Like all Australians I was horrified by the bushfire crisis over our summer. Almost everyone you speak to knows someone who was affected. I was in Coffs Harbour in late November 2019, with fires burning just 30 kilometres away in Nana Glen. Now, through my work with UNICEF, I’m helping coordinate programs to support children and families in affected areas.

A burnt down home on the NSW South Coast © UNICEF Australia/2020/Clancy

I’ve just returned from visiting bushfire affected communities in NSW, travelling to Casino and Grafton in the north, and the South Coast towns of Batemans Bay, Eden, and Bermagui, among others.

As you drive down the highway through these towns you see burnt out landscapes, burnt buildings, burnt houses. After what they’ve been through people are exhausted, with some living in caravans or tents if their house was destroyed or damaged.

But, visiting these areas, you do get a strong sense of how close knit the communities are and how they’re really pulling together to help each other out.

 
“...people are exhausted”
Burnt play equipment in Bairnsdale, VIC © UNICEF Australia/2020/Simons

Right now, people are still very much in the immediate relief phase, but they are starting to move towards recovery. As families are able to rebuild and recover, UNICEF Australia is working with local partners to support them.

Over the past few weeks, we supported the distribution of essential school items to children affected by the fires, by providing electronic learning devices for those who lost everything.

Returning to the classroom is incredibly important for children who have been through a crisis like this, and it’s something UNICEF focuses on in emergency response programs all around the world.

School provides children with a sense of routine and normalcy, and it can also be a safe place to go and something positive to focus on.
 
“School provides children
with a sense of routine”
Students returning to school in fire affected Bairnsdale © UNICEF Australia/2020/Simons

We’re also working to ensure children and their families will have access to appropriate psychosocial and mental health support in the coming months.

I am already hearing from parents and teachers who are seeing young children nervous to go outside, with some having trouble sleeping and experiencing nightmares.

Many of the affected communities live in remote areas, with limited access to specialist mental health services in their town, particularly for children.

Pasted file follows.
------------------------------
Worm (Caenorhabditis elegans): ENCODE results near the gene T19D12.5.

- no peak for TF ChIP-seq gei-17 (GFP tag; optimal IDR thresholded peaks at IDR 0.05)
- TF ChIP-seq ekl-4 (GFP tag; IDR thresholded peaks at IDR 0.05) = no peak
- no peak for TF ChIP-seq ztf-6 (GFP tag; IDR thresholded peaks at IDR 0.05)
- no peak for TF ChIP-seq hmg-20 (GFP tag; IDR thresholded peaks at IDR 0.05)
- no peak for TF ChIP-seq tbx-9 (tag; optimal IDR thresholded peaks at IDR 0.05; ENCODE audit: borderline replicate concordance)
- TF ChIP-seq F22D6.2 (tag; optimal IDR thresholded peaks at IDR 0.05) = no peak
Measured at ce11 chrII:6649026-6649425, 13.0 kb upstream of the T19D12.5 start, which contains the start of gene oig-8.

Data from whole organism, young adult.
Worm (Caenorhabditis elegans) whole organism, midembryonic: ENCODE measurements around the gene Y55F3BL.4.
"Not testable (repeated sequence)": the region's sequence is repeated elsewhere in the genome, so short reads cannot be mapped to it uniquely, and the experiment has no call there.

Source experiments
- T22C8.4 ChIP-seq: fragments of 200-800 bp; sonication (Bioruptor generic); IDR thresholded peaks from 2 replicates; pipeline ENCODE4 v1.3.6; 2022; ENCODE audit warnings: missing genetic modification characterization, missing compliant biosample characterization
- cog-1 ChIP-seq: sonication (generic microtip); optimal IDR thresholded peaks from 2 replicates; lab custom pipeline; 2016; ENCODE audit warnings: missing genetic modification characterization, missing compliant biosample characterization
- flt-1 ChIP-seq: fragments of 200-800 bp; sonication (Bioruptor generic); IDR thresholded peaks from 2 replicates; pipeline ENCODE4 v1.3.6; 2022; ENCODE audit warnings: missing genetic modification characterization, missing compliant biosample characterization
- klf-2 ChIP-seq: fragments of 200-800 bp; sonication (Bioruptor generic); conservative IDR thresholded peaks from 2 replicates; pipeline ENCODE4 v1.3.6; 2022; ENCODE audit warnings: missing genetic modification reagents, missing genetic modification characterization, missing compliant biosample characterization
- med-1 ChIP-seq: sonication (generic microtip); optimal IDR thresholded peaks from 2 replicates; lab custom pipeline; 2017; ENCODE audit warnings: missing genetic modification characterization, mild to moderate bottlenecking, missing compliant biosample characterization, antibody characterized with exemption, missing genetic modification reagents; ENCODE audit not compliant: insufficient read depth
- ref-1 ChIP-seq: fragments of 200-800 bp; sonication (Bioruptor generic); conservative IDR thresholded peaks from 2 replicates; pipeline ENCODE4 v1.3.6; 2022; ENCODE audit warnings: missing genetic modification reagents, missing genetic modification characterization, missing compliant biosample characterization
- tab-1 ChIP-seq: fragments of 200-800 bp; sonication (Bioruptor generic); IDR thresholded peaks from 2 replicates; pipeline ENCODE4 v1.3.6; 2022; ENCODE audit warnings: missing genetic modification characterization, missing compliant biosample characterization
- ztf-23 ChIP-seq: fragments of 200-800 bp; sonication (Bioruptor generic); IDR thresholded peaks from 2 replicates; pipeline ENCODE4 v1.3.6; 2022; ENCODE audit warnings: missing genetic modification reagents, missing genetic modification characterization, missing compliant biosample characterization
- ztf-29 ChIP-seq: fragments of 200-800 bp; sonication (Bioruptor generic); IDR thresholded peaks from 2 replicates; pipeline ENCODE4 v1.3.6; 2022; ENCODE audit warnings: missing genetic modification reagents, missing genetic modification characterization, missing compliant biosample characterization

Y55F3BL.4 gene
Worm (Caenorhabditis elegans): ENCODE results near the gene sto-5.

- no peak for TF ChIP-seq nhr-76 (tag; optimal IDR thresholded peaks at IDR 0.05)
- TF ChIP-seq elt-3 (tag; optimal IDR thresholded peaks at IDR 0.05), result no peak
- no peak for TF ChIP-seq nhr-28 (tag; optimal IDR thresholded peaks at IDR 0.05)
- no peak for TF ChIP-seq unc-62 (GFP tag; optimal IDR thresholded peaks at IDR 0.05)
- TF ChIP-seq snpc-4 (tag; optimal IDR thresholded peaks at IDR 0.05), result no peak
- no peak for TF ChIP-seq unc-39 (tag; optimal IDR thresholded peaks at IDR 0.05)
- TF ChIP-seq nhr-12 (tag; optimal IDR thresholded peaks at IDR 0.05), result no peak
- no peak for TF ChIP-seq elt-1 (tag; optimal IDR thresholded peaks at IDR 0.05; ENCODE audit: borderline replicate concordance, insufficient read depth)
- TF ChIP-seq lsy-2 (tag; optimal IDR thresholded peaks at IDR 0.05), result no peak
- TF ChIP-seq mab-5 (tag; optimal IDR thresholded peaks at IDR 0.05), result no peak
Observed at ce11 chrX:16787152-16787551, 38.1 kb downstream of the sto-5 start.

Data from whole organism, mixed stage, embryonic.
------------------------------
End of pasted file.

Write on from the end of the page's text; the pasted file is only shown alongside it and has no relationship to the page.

As the initial emergency response stage passes, we’re working with partners to map the available services in these towns, and ensure any gaps are filled in the smaller towns.

For example, in Eden, there are already women’s groups running. So UNICEF and our local partner, Royal Far West, will engage with that existing group to run specific sessions focused on children and how to support children as they recover. 


  
“...young children nervous to go
outside, with some having trouble
sleeping and experiencing nightmares”
Students picking out new uniforms in fire affected Bairnsdale © UNICEF Australia/2020/Simons

We’ll be making sure these communities have long-term access to support as they recover. Research following similar natural disasters, including the Black Saturday bushfires, found that for children, as well as for adults, stresses can often build up over time, and many issues might not present immediately, but happen months later.

For example, if people have lost their income, they might have resources to be able to cover themselves for a few months, or even 12 months. But as their resources start to run out, stressors in the family unit start to become apparent.

Then kids can become are worried about their parents, friends and community, which impacts their mental health.

Often, it’s after a few months that school teachers might start to see a child’s behaviour change, for example, a kid who is normally well behaved might start acting up.
 
“...kids are worried about their parents,
friends and community,
which impacts their mental health.”
School teachers might start to see a child’s behaviour change © UNICEF Australia/2020/Simons

It’s thanks to our generous donors that UNICEF Australia will be able to support these critical recovery programs, helping to ensure children and their care givers have access to the psychosocial support they need.

Like all Australians, I was blown away by the generosity of our country, from the first responders on the frontlines, to communities pulling together and opening their doors to those in need, to people who gave what they could to help others.

Thank you to those who supported this and other bushfire appeals, providing critical support for those in affected areas.  

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